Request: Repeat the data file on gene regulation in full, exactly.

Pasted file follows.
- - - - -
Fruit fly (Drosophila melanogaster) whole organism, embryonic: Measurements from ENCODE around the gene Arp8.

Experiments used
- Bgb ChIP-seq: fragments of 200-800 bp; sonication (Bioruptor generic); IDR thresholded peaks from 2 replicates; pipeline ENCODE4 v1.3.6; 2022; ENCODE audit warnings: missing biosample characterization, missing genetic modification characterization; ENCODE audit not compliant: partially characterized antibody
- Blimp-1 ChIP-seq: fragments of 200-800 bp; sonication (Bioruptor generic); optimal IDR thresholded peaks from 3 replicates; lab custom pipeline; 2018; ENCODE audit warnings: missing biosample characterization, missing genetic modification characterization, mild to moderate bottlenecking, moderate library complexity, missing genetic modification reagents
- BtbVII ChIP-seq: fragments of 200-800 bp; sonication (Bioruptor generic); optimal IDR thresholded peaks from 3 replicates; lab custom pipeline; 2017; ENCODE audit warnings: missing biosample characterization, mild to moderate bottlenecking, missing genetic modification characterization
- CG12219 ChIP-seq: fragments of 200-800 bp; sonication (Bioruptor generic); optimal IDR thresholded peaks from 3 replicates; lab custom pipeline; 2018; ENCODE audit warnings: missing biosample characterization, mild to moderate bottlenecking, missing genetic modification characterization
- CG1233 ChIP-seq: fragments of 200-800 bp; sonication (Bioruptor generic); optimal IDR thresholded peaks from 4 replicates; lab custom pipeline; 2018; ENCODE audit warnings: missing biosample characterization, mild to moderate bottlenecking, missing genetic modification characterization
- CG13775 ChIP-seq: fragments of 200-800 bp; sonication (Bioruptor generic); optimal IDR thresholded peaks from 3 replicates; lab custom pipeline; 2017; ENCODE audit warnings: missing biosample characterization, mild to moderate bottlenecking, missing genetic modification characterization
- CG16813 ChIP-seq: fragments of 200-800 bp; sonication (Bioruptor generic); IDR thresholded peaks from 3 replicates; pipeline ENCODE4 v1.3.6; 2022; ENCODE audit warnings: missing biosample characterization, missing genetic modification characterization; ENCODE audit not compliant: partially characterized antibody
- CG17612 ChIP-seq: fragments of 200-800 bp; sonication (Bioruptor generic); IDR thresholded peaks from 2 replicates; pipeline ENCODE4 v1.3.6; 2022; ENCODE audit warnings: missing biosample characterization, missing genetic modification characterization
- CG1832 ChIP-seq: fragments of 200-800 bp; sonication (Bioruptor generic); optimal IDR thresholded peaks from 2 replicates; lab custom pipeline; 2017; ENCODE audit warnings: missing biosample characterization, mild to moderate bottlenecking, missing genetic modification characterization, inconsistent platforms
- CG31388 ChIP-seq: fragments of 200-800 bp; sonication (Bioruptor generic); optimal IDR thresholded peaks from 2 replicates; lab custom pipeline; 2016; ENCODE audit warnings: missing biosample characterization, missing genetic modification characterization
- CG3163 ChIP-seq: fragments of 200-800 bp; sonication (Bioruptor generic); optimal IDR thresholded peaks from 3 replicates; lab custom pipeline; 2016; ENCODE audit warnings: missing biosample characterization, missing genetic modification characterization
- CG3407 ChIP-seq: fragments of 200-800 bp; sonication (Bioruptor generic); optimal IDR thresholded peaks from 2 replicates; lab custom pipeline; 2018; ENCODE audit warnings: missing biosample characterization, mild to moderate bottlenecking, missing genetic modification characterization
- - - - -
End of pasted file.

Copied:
Fruit fly (Drosophila melanogaster) whole organism, embryonic: Measurements from ENCODE around the gene Arp8.

Experiments used
- Bgb ChIP-seq: fragments of 200-800 bp; sonication (Bioruptor generic); IDR thresholded peaks from 2 replicates; pipeline ENCODE4 v1.3.6; 2022; ENCODE audit warnings: missing biosample characterization, missing genetic modification characterization; ENCODE audit not compliant: partially characterized antibody
- Blimp-1 ChIP-seq: fragments of 200-800 bp; sonication (Bioruptor generic); optimal IDR thresholded peaks from 3 replicates; lab custom pipeline; 2018; ENCODE audit warnings: missing biosample characterization, missing genetic modification characterization, mild to moderate bottlenecking, moderate library complexity, missing genetic modification reagents
- BtbVII ChIP-seq: fragments of 200-800 bp; sonication (Bioruptor generic); optimal IDR thresholded peaks from 3 replicates; lab custom pipeline; 2017; ENCODE audit warnings: missing biosample characterization, mild to moderate bottlenecking, missing genetic modification characterization
- CG12219 ChIP-seq: fragments of 200-800 bp; sonication (Bioruptor generic); optimal IDR thresholded peaks from 3 replicates; lab custom pipeline; 2018; ENCODE audit warnings: missing biosample characterization, mild to moderate bottlenecking, missing genetic modification characterization
- CG1233 ChIP-seq: fragments of 200-800 bp; sonication (Bioruptor generic); optimal IDR thresholded peaks from 4 replicates; lab custom pipeline; 2018; ENCODE audit warnings: missing biosample characterization, mild to moderate bottlenecking, missing genetic modification characterization
- CG13775 ChIP-seq: fragments of 200-800 bp; sonication (Bioruptor generic); optimal IDR thresholded peaks from 3 replicates; lab custom pipeline; 2017; ENCODE audit warnings: missing biosample characterization, mild to moderate bottlenecking, missing genetic modification characterization
- CG16813 ChIP-seq: fragments of 200-800 bp; sonication (Bioruptor generic); IDR thresholded peaks from 3 replicates; pipeline ENCODE4 v1.3.6; 2022; ENCODE audit warnings: missing biosample characterization, missing genetic modification characterization; ENCODE audit not compliant: partially characterized antibody
- CG17612 ChIP-seq: fragments of 200-800 bp; sonication (Bioruptor generic); IDR thresholded peaks from 2 replicates; pipeline ENCODE4 v1.3.6; 2022; ENCODE audit warnings: missing biosample characterization, missing genetic modification characterization
- CG1832 ChIP-seq: fragments of 200-800 bp; sonication (Bioruptor generic); optimal IDR thresholded peaks from 2 replicates; lab custom pipeline; 2017; ENCODE audit warnings: missing biosample characterization, mild to moderate bottlenecking, missing genetic modification characterization, inconsistent platforms
- CG31388 ChIP-seq: fragments of 200-800 bp; sonication (Bioruptor generic); optimal IDR thresholded peaks from 2 replicates; lab custom pipeline; 2016; ENCODE audit warnings: missing biosample characterization, missing genetic modification characterization
- CG3163 ChIP-seq: fragments of 200-800 bp; sonication (Bioruptor generic); optimal IDR thresholded peaks from 3 replicates; lab custom pipeline; 2016; ENCODE audit warnings: missing biosample characterization, missing genetic modification characterization
- CG3407 ChIP-seq: fragments of 200-800 bp; sonication (Bioruptor generic); optimal IDR thresholded peaks from 2 replicates; lab custom pipeline; 2018; ENCODE audit warnings: missing biosample characterization, mild to moderate bottlenecking, missing genetic modification characterization